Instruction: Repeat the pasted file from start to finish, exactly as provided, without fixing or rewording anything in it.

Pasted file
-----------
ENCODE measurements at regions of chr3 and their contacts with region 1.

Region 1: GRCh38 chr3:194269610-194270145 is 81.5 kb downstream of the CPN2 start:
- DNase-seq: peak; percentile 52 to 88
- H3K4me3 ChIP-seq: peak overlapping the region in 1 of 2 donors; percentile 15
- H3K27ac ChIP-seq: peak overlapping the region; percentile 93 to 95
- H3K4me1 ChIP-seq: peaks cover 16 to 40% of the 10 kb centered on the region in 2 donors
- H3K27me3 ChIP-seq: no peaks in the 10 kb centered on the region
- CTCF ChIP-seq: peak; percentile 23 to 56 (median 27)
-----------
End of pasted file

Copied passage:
ENCODE measurements at regions of chr3 and their contacts with region 1.

Region 1: GRCh38 chr3:194269610-194270145 is 81.5 kb downstream of the CPN2 start:
- DNase-seq: peak; percentile 52 to 88
- H3K4me3 ChIP-seq: peak overlapping the region in 1 of 2 donors; percentile 15
- H3K27ac ChIP-seq: peak overlapping the region; percentile 93 to 95
- H3K4me1 ChIP-seq: peaks cover 16 to 40% of the 10 kb centered on the region in 2 donors
- H3K27me3 ChIP-seq: no peaks in the 10 kb centered on the region
- CTCF ChIP-seq: peak; percentile 23 to 56 (median 27)